By Joan Singson | May 18, 2015
Program Manager, ETR
Picture yourself standing in front of a room going through the talking points of your training design. You pan the room and notice a few heads bobbing. The bodies they’re attached to twitch as they fight training fatigue. You see glazed-over stares of participants whose minds are somewhere between the training room and a warm bed.
It’s time for an energizer!
Title: Talkin’ Toe-2-Toe
Setting: Appropriate for In-Person Trainings
|1. "Eyeball." Find someone across the room and lock eyeballs!|
|2. Get up. Go to that person. Introduce yourselves.|
|3. Go Toe-2-Toe. Face each other with your right foot forward. Stand close enough that your toes touch.|
|4. Choose a sentence stem. Look at the list of sentence stems and choose one to discuss.|
|5. Take turns discussing. One person completes one sentence stem and expands on it. The other listens attentively and may ask one or two clarifying questions. Partners switch roles. Two minutes for each turn.|
A sentence stem is an unfinished statement meant to be completed by training participants. By completing the statement, participants practice delivering new information, express an opinion or idea, convey a personal message or reinforce an element of learning.
Example: In a training about the wonders of coffee, the trainer wants learners to practice delivering some of their newly learned information and express attitudes and opinions about coffee. Some sentence stems the trainer could offer:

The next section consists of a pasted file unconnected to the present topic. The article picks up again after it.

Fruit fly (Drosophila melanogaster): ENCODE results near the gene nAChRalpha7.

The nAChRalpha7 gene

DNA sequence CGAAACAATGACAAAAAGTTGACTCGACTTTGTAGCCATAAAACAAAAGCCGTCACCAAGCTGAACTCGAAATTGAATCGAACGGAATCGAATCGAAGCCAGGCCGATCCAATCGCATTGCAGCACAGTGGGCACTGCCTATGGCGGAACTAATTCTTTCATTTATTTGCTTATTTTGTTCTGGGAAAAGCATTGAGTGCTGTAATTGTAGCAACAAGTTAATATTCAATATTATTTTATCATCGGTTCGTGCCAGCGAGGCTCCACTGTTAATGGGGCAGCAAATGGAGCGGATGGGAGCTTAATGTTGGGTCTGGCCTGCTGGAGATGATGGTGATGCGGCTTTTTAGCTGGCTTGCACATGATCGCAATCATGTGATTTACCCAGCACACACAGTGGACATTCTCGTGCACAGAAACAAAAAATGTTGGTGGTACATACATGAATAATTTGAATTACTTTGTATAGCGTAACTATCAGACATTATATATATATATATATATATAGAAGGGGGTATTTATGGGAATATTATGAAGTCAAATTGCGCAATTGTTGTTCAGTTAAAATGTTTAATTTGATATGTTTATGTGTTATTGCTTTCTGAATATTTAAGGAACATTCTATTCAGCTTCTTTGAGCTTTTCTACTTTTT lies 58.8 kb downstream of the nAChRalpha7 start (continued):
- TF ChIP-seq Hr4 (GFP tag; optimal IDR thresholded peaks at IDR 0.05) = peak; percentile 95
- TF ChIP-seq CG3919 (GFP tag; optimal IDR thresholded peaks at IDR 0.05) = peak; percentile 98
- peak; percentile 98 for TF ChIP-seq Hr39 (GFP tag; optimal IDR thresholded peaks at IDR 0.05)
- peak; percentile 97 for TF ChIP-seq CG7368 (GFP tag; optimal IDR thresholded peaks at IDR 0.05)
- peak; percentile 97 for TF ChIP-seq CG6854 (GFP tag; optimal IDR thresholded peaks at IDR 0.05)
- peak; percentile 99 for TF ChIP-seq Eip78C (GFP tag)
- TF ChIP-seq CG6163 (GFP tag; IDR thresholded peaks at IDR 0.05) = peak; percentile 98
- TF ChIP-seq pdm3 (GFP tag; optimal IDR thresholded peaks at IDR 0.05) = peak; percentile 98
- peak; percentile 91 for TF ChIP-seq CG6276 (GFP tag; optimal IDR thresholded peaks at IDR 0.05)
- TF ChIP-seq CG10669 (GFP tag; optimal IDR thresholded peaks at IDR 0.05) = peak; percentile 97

Let participants know this activity will give them a chance to practice conveying their message or applying new knowledge.
Show participants the instructions and walk them through the process. Show them the list of sentence stems. Answer any questions or concerns. A few people may feel awkward about the toe-to-toe posture. If any participants find the suggested posture uncomfortable or are not physically able to do it, offer the option to use an alternate position, placing themselves near enough to their partner for conversation.
It will take about 10 minutes to go through one rotation. Allow for one or two rotations.
Call time and ask everyone to return to their seats.
Draw from the group what they gained from the activity, using questions such as:
Wrap up the discussion by tying the activity to the earlier discussion or training topic.
Joan Singson is a former Program Manager at ETR.